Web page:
5 – Bake the cookies on the top oven rack for 12 minutes, or until light golden-brown, rotating the pans halfway through baking. Let cool on a wire rack and serve immediately, or store in an airtight container for up to 3 weeks.

FOR A WHITE SESAME VARIATION: Substitute the black sesame seeds for an equal amount of toasted white sesame seeds.

FOR A MATCHA VARIATION: Sub­stitute the black sesame flour for 3 tablespoons matcha powder.

FOR A HOJICHA VARIATION: Substitute the black sesame flour for 1/4 cup / 24 g hojicha tea leaves, ground to a fine powder in a spice grinder.

FOR A YUZU VARIATION: Omit the black sesame flour and substitute 1 tablespoon yuzu juice for the whole milk.

FOR A GENMAI VARIATION: Substi­tute the black sesame flour for 1/4 cup / 32 g genmai powder, ground in a spice grinder from about 1/3 cup / 70 g iri genmai grains, plus 2 teaspoons whole iri genmai.kf 4

Hoji Roll CakeKyotofu int. mechs.indd

 The roll cake—also known as a Swiss roll or a jellyroll—has its origins in Europe, but it has grown to become a particularly popular dessert format in Japan. This version is simply flavored with hojicha. When preparing the batter, be sure to whip the eggs and sugar until they are glossy and light as air, otherwise the finished cake is unlikely to achieve its trademark spongy, delicate consistency.

4 large eggs, at room temperature

1/2 cup / 99 g sugar

1/2 cup / 60 g plus 2 table­spoons all-purpose flour

1/4 ounces / 7 g hojicha tea leaves, ground to 4 teaspoons fine powder

1/4 teaspoon baking powder

1/4 teaspoon salt

1 cup / 235 ml heavy whipping cream, whipped to stiff peaks

1 – Preheat the oven to 325° F / 163°C. Prepare a 13 x 8-inch / 33 x 20 cm baking sheet by lining it with parchment paper and spraying it with non­stick cooking spray.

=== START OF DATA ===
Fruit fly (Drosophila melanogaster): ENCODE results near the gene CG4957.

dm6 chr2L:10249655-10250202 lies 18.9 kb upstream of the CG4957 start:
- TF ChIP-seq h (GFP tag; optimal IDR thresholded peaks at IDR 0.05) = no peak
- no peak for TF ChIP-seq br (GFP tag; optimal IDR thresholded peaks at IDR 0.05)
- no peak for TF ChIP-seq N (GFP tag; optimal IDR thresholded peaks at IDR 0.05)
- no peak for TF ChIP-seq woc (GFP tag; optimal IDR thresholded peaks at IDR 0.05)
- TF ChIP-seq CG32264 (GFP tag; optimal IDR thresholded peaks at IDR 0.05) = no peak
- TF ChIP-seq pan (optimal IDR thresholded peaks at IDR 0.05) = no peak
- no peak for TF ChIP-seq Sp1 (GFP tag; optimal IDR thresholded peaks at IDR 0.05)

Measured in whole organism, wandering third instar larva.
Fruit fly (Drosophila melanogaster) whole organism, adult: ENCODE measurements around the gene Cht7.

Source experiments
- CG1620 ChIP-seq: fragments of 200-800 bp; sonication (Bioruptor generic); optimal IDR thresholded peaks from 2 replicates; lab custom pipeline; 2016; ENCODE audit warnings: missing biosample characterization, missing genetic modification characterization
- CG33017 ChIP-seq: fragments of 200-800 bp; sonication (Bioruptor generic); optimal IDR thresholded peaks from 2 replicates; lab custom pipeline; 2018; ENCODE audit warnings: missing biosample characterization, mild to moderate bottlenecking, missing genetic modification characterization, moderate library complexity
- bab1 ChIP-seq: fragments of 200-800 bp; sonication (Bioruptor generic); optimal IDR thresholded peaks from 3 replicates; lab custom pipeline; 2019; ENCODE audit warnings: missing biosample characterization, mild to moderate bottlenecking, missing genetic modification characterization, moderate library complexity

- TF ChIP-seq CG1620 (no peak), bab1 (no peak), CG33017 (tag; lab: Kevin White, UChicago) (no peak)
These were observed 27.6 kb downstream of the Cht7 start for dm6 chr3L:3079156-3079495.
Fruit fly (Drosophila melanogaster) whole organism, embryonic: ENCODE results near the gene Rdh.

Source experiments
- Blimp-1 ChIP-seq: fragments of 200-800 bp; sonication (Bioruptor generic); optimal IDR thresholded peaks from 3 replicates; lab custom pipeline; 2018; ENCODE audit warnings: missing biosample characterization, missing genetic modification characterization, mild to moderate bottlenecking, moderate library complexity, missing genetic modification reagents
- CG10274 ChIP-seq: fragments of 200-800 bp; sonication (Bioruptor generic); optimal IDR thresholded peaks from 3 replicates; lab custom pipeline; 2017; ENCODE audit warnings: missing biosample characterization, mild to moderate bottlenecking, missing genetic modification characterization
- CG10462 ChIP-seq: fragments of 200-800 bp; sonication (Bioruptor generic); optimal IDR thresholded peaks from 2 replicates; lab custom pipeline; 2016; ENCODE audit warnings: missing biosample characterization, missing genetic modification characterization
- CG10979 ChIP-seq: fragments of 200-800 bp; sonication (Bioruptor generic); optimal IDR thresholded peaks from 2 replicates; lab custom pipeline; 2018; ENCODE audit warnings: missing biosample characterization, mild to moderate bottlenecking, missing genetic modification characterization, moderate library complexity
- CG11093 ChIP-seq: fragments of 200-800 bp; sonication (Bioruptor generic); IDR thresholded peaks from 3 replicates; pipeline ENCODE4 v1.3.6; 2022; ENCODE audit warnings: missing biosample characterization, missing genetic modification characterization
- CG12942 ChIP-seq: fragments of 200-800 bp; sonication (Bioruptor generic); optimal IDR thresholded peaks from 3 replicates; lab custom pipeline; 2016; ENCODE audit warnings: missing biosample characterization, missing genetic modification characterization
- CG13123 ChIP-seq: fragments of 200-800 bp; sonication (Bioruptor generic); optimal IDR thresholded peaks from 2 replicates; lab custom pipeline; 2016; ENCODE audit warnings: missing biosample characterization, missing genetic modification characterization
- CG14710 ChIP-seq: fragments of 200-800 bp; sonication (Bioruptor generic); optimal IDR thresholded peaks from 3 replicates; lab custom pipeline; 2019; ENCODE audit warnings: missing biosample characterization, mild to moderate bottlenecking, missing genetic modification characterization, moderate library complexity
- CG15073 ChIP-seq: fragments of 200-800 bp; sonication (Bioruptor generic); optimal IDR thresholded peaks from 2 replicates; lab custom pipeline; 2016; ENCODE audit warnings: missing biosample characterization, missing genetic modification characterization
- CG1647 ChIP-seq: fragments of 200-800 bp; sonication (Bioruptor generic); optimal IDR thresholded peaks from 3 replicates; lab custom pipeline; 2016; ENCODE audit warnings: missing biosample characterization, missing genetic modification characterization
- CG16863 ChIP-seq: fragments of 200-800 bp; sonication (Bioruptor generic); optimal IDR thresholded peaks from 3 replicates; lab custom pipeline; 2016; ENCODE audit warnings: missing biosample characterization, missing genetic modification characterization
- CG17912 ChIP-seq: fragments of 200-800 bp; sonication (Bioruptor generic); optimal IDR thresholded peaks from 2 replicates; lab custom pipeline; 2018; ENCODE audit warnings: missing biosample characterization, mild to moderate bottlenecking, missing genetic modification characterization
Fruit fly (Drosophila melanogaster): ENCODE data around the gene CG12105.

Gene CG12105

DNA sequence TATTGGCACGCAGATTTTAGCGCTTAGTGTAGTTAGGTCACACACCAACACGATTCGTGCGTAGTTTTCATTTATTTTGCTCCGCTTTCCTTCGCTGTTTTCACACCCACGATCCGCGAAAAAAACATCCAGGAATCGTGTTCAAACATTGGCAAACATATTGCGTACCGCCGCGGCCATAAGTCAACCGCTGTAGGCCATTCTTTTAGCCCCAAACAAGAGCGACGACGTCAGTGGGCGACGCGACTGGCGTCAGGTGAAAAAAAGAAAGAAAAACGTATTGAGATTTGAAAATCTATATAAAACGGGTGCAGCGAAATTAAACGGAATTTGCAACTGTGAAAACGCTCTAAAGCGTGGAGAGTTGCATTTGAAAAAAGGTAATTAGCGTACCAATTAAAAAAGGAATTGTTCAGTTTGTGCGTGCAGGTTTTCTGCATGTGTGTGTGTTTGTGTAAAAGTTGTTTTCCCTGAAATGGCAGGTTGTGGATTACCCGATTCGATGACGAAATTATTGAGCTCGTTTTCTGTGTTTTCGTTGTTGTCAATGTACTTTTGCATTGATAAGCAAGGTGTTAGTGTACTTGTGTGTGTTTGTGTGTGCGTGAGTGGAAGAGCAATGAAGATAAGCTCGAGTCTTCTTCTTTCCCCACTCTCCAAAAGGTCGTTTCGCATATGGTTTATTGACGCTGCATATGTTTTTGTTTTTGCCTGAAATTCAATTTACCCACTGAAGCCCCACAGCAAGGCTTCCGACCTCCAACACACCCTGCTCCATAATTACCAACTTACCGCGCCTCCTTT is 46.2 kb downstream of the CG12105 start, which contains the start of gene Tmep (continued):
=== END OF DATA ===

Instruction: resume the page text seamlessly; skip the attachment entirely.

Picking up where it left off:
2 – In the bowl of an electric mixer fitted with the paddle attachment, blend together the eggs and the sugar on high speed until thick, glossy ribbons form, 5 to 8 minutes. Meanwhile, sift together the flour, hojicha powder, baking powder, and salt. Sift the mixture a second time.

3 – Turn the mixer speed down to low and add the dry ingredients. Continue to mix for 30 to 45 seconds, and then turn off the mixer and finish the process by hand.

4 – Spread the batter onto the prepared baking sheet in a smooth, even layer and bake for 14 minutes, rotating the pan halfway through the baking. Remove the cake from the oven.

6 – Prepare a kitchen towel about 18 x 13 inches / 46 x 33 cm in size by opening it flat on the countertop and dusting it with confectioners’ sugar. Loosen the edges of the cake with a knife and invert it onto the towel. Gently peel off the parchment paper. Trim 1/4 inch / .5 cm of the crust off each long side of the cake. Beginning with the narrow edge, roll the cake and towel up together and let cool on a rack, seam-side down, for 10 to 15 minutes.

7 – Once the cake has cooled, gently unroll it and spread the surface with whipped cream. Reroll the cake and serve immediately.

FOR A HOJICHA VARIATION: Substitute the black sesame flour for 1/4 cup / 24 g hojicha tea leaves, ground to a fine powder in a spice grinder.

FOR A YUZU VARIATION: Omit the black sesame flour and substitute 1 tablespoon yuzu juice for the whole milk.

FOR A GENMAI VARIATION: Substi­tute the black sesame flour for 1/4 cup / 32 g genmai powder, ground in a spice grinder from about 1/3 cup / 70 g iri genmai grains, plus 2 teaspoons whole iri genmai.

 

Reprinted with permission from KYOTOFU © 2015 by Nicole Bermensolo, Running Press, a member of the Perseus Books Group.